|I'se in yer Mt. Plastic, drinkin' up all yer mimosas.|
Had the critter been released in Spartanburg or some of the other surrounding Upstate areas, I'm quite sure it would have set off a county-wide snake hunt, and the first one to corral the little bastard would have been given the garage door opener to the city.
Most Southerners become accustomed to growing up around snakes, and children are taught at an early age to look down at the ground when traipsing through the woods. This lesson saved me from a few snakebites in my day, including the time I encountered a 4-foot copperhead sunbathing near one of our Beagle pens as I hosed them down.
We're also taught to take care where we stick our hands when it comes to sorting through brush and woodpiles, a lesson that my father forgot a few years ago. It earned him a bite from a one-fanged copperhead on his pinky finger. About a year later, the family Labrador battled the very same one-toothed beastie. Although it tagged her on the snout and left a scar, Molly emerged victorious.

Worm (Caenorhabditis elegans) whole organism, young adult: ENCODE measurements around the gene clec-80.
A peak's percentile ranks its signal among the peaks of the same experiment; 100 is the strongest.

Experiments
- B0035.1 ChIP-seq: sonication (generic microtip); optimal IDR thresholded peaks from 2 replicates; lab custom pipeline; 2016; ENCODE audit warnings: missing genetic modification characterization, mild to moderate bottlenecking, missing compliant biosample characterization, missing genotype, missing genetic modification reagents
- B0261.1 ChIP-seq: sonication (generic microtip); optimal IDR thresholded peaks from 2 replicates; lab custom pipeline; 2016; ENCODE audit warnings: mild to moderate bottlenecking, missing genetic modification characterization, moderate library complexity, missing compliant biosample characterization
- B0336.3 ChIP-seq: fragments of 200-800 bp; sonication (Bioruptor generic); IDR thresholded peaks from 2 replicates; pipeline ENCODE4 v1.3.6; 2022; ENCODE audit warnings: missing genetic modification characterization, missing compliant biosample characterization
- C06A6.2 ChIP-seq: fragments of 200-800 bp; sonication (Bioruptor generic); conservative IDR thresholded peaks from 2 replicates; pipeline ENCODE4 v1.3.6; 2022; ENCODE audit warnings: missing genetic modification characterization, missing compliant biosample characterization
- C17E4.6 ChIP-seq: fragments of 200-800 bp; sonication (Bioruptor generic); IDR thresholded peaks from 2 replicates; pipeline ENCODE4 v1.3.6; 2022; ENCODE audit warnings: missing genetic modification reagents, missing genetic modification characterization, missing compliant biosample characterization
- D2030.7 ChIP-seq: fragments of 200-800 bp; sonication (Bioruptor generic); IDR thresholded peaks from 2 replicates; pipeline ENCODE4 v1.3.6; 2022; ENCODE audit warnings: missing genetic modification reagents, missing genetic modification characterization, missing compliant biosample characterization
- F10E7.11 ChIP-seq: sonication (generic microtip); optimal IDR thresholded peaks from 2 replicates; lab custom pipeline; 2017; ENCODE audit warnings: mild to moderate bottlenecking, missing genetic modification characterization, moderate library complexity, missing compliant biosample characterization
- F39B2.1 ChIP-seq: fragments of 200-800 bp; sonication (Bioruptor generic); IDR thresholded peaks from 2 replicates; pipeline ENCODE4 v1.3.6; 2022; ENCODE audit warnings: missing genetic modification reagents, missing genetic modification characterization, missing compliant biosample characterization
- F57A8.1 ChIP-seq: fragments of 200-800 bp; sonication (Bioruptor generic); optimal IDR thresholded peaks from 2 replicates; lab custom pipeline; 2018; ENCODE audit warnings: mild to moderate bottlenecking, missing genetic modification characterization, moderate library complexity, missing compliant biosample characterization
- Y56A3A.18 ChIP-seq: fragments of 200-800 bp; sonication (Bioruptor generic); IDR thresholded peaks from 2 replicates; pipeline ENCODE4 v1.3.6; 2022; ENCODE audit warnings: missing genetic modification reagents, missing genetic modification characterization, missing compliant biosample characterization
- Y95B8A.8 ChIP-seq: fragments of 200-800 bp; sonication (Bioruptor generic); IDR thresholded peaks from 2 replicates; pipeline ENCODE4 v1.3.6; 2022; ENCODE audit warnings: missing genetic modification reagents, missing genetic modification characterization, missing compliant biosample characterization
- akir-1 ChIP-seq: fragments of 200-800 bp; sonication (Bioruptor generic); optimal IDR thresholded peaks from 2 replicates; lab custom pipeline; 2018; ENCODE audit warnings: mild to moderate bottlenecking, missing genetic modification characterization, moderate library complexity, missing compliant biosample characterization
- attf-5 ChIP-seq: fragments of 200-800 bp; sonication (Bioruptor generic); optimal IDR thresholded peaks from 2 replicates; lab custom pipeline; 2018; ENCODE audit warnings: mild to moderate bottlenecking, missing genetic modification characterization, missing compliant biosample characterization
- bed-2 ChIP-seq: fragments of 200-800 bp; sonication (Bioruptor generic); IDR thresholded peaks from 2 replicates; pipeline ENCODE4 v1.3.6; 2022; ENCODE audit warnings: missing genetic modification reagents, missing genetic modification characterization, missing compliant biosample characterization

I'm sure Northern city folk have other worries, but poisonous snakes in the wild--or any snake, for that matter--aren't high on their list. Last year, when relatives came down from Cincinnati and we headed to the backyard for the usual Spartanburg tradition of blasting targets with our assortment of firearms, I watched as the entire Northern extension of my family walked right by a 5-foot black snake without any of them spotting the critter.
In the South, there is only one sentence for a snake that crosses our paths: Death. We were armed to the teeth, so justice was swift.
I know this upsets some folks, particularly any animal lovers out there. Sure, we understand that snakes make good predators for rats and other critters. But a snake in the yard can often lead to a snake in the garage, a snake in your pet's pen, or even a snake in the house. For example, the two enormous black snakes I caught doin' the nasty in my parents' basement.
On our property, snakes were a particular danger to the Beagle puppies we raised and the rabbits we tried to keep alive. We didn't fear them like Jimbo did; nay, we rained down death. But there's still plenty around the South to keep the population up.
But a Gaboon Viper? Nah, I'm good. Happy hunting, Mount Pleasant.